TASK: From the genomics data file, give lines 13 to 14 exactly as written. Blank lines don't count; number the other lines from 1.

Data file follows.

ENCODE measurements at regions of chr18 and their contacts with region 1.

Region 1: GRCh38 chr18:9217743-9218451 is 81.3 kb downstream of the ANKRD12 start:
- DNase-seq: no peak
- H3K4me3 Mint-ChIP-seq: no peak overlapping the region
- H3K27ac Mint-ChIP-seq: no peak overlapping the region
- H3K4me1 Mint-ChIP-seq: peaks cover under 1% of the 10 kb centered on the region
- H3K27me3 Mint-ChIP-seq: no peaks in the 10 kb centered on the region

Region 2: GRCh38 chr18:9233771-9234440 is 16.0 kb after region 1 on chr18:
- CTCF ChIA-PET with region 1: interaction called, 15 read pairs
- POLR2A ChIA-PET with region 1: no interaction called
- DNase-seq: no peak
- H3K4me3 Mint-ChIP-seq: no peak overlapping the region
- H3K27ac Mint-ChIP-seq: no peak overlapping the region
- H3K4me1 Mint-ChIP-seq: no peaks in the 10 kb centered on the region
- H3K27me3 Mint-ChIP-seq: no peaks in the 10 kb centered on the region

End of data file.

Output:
- H3K27ac Mint-ChIP-seq: no peak overlapping the region
- H3K4me1 Mint-ChIP-seq: no peaks in the 10 kb centered on the region